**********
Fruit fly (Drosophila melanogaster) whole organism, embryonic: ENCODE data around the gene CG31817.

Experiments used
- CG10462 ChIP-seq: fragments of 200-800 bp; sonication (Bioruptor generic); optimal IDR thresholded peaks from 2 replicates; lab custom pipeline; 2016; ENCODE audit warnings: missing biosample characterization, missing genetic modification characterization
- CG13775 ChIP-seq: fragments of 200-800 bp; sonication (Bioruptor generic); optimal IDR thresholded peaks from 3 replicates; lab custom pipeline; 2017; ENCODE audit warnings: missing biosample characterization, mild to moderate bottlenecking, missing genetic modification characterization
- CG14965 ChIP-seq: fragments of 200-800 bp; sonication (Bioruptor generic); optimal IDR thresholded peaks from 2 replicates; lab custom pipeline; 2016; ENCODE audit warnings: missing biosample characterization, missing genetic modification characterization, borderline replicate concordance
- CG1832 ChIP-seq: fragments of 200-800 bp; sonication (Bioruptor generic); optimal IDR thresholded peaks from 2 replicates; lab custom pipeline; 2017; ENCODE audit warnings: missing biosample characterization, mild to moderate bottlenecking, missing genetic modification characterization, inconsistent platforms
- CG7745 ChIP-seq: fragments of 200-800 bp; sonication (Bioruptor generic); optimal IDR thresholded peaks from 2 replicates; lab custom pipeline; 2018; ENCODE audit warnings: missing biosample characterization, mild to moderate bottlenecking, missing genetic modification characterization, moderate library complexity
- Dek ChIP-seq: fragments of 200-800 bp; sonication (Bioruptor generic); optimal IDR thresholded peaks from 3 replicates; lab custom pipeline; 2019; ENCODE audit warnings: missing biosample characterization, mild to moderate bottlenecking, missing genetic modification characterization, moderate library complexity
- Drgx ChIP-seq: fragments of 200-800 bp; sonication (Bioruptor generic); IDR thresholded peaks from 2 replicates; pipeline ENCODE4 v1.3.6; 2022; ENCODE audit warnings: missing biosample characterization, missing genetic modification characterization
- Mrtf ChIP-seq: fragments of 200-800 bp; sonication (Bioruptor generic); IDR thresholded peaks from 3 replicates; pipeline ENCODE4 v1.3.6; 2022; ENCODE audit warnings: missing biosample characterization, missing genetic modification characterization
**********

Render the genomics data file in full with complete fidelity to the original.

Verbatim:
Fruit fly (Drosophila melanogaster) whole organism, embryonic: ENCODE data around the gene CG31817.

Experiments used
- CG10462 ChIP-seq: fragments of 200-800 bp; sonication (Bioruptor generic); optimal IDR thresholded peaks from 2 replicates; lab custom pipeline; 2016; ENCODE audit warnings: missing biosample characterization, missing genetic modification characterization
- CG13775 ChIP-seq: fragments of 200-800 bp; sonication (Bioruptor generic); optimal IDR thresholded peaks from 3 replicates; lab custom pipeline; 2017; ENCODE audit warnings: missing biosample characterization, mild to moderate bottlenecking, missing genetic modification characterization
- CG14965 ChIP-seq: fragments of 200-800 bp; sonication (Bioruptor generic); optimal IDR thresholded peaks from 2 replicates; lab custom pipeline; 2016; ENCODE audit warnings: missing biosample characterization, missing genetic modification characterization, borderline replicate concordance
- CG1832 ChIP-seq: fragments of 200-800 bp; sonication (Bioruptor generic); optimal IDR thresholded peaks from 2 replicates; lab custom pipeline; 2017; ENCODE audit warnings: missing biosample characterization, mild to moderate bottlenecking, missing genetic modification characterization, inconsistent platforms
- CG7745 ChIP-seq: fragments of 200-800 bp; sonication (Bioruptor generic); optimal IDR thresholded peaks from 2 replicates; lab custom pipeline; 2018; ENCODE audit warnings: missing biosample characterization, mild to moderate bottlenecking, missing genetic modification characterization, moderate library complexity
- Dek ChIP-seq: fragments of 200-800 bp; sonication (Bioruptor generic); optimal IDR thresholded peaks from 3 replicates; lab custom pipeline; 2019; ENCODE audit warnings: missing biosample characterization, mild to moderate bottlenecking, missing genetic modification characterization, moderate library complexity
- Drgx ChIP-seq: fragments of 200-800 bp; sonication (Bioruptor generic); IDR thresholded peaks from 2 replicates; pipeline ENCODE4 v1.3.6; 2022; ENCODE audit warnings: missing biosample characterization, missing genetic modification characterization
- Mrtf ChIP-seq: fragments of 200-800 bp; sonication (Bioruptor generic); IDR thresholded peaks from 3 replicates; pipeline ENCODE4 v1.3.6; 2022; ENCODE audit warnings: missing biosample characterization, missing genetic modification characterization